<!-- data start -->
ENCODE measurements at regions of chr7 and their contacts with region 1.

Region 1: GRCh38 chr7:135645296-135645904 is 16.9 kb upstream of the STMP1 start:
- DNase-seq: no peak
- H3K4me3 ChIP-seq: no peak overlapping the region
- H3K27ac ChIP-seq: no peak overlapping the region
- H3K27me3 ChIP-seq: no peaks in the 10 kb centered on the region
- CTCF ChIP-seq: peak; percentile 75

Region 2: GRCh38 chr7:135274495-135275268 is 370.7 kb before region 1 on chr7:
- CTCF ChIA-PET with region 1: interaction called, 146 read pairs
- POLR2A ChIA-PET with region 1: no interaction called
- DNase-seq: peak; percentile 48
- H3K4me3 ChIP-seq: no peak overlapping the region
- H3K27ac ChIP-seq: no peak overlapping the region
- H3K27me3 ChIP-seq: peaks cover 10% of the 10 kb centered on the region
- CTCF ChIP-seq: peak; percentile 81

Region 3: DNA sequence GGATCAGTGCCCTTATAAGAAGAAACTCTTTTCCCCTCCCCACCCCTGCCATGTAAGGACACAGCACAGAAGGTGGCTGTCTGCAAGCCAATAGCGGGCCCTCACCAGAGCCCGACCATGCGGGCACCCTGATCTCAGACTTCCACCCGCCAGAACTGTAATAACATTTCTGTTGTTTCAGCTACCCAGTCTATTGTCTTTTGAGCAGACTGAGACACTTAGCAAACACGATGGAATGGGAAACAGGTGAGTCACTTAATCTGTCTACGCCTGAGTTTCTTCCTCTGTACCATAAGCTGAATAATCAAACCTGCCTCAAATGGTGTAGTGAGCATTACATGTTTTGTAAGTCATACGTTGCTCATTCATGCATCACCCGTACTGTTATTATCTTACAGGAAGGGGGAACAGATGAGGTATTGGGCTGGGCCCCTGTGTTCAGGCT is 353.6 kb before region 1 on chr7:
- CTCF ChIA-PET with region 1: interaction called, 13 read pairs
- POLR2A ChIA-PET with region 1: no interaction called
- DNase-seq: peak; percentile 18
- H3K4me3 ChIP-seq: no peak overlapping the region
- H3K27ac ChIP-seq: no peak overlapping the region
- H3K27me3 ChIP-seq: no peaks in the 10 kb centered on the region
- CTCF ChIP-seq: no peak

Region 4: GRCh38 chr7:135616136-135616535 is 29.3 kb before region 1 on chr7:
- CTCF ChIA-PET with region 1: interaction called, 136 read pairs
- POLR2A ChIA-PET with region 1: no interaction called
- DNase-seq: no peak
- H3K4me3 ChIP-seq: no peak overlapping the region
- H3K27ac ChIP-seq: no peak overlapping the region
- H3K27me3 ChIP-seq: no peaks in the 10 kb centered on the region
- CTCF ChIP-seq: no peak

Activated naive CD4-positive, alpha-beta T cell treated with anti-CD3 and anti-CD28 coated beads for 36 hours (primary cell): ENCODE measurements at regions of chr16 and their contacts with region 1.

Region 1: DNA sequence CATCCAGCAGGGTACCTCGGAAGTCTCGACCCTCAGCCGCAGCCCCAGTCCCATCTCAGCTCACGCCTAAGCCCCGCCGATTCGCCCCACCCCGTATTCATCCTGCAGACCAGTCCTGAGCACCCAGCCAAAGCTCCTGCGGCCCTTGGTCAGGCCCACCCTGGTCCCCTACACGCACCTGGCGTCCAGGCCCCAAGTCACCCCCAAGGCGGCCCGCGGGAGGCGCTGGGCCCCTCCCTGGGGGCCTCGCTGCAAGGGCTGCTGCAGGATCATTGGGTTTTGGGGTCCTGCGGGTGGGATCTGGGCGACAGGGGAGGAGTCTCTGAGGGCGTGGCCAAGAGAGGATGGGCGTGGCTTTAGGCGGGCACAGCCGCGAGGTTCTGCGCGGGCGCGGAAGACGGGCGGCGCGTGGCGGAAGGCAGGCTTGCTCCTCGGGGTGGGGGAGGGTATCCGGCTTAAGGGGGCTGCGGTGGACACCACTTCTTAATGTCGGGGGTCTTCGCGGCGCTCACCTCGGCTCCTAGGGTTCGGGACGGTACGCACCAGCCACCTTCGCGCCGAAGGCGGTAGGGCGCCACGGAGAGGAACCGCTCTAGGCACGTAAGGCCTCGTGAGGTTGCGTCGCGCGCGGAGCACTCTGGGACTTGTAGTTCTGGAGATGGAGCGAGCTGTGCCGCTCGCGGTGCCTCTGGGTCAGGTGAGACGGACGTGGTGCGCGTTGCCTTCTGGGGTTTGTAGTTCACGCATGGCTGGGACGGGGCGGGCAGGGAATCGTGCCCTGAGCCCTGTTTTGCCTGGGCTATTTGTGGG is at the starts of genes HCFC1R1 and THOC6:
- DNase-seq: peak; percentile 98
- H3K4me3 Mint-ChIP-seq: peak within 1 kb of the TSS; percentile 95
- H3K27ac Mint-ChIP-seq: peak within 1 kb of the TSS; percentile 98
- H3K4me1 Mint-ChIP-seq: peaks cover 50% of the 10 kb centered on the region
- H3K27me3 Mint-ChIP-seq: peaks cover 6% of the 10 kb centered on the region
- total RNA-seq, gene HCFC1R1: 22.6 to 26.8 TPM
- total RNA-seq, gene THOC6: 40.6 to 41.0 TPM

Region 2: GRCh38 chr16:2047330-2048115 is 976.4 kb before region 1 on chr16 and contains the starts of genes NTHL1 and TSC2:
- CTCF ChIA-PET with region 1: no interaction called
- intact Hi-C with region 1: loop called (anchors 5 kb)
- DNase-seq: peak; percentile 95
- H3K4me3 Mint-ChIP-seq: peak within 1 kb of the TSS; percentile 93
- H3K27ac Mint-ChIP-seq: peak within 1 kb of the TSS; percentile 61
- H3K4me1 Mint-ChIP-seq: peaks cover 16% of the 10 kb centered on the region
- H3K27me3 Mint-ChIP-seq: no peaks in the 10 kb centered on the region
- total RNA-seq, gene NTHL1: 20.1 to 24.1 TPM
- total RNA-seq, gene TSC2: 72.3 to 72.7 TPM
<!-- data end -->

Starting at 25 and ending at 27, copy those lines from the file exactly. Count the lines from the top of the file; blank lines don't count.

- CTCF ChIA-PET with region 1: interaction called, 136 read pairs
- POLR2A ChIA-PET with region 1: no interaction called
- DNase-seq: no peak